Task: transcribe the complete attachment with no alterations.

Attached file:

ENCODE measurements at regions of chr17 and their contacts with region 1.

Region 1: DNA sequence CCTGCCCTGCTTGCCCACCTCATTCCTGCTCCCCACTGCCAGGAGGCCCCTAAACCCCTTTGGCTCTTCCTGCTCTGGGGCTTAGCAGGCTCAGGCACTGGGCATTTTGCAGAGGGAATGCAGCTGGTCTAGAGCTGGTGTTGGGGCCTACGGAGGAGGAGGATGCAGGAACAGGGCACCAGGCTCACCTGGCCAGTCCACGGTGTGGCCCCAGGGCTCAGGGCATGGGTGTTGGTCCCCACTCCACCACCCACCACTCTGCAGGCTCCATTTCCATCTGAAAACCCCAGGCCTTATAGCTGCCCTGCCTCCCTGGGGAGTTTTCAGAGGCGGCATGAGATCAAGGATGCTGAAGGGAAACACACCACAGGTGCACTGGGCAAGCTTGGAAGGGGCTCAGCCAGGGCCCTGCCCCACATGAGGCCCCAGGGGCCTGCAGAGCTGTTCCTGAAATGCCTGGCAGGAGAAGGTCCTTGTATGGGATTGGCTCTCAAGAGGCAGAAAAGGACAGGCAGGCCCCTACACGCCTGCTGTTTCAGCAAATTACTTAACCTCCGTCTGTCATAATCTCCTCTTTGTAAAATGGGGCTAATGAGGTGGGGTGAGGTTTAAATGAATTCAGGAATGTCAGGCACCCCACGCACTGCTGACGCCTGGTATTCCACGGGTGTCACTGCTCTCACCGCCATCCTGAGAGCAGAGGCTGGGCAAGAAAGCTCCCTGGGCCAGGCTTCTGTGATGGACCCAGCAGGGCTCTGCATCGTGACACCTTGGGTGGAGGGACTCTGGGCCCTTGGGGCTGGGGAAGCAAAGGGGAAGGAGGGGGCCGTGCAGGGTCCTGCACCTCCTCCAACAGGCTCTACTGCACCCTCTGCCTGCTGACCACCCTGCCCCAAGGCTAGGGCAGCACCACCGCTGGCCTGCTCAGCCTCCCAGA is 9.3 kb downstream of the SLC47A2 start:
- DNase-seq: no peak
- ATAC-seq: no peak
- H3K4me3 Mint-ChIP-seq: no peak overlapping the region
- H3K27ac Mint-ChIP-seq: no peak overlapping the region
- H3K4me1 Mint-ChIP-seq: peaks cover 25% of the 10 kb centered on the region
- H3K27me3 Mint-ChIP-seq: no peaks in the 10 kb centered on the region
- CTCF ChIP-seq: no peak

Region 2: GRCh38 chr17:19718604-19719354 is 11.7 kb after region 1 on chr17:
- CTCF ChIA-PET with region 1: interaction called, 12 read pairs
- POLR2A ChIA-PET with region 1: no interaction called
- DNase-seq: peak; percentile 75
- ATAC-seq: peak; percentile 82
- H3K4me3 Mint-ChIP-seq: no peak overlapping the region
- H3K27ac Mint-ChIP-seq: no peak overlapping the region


ENCODE measurements at regions of chr17 and their contacts with region 1.

Region 1: DNA sequence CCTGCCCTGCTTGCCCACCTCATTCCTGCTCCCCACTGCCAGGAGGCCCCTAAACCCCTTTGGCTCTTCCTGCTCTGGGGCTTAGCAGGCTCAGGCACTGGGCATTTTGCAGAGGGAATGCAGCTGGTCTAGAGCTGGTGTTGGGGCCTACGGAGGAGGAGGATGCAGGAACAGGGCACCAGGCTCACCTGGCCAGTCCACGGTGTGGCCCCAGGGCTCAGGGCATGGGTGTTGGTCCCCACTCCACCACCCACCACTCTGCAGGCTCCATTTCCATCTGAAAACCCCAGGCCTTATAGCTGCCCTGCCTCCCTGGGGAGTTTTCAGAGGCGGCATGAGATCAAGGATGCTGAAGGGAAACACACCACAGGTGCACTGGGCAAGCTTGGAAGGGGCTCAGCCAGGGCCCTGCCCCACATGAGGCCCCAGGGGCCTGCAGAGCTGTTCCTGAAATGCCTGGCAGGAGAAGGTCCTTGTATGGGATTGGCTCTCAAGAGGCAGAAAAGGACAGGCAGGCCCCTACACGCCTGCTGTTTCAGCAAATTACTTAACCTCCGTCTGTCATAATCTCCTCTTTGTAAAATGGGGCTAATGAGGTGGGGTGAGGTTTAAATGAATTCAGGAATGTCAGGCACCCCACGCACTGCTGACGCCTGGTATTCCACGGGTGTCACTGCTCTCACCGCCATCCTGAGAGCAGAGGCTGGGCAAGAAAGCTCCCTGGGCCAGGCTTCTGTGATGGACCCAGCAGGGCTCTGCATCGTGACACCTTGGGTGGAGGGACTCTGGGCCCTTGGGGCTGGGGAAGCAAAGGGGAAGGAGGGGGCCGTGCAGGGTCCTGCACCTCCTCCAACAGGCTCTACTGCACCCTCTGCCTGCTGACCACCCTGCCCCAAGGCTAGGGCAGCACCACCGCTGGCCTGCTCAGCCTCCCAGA is 9.3 kb downstream of the SLC47A2 start:
- DNase-seq: no peak
- ATAC-seq: no peak
- H3K4me3 Mint-ChIP-seq: no peak overlapping the region
- H3K27ac Mint-ChIP-seq: no peak overlapping the region
- H3K4me1 Mint-ChIP-seq: peaks cover 25% of the 10 kb centered on the region
- H3K27me3 Mint-ChIP-seq: no peaks in the 10 kb centered on the region
- CTCF ChIP-seq: no peak

Region 2: GRCh38 chr17:19718604-19719354 is 11.7 kb after region 1 on chr17:
- CTCF ChIA-PET with region 1: interaction called, 12 read pairs
- POLR2A ChIA-PET with region 1: no interaction called
- DNase-seq: peak; percentile 75
- ATAC-seq: peak; percentile 82
- H3K4me3 Mint-ChIP-seq: no peak overlapping the region
- H3K27ac Mint-ChIP-seq: no peak overlapping the region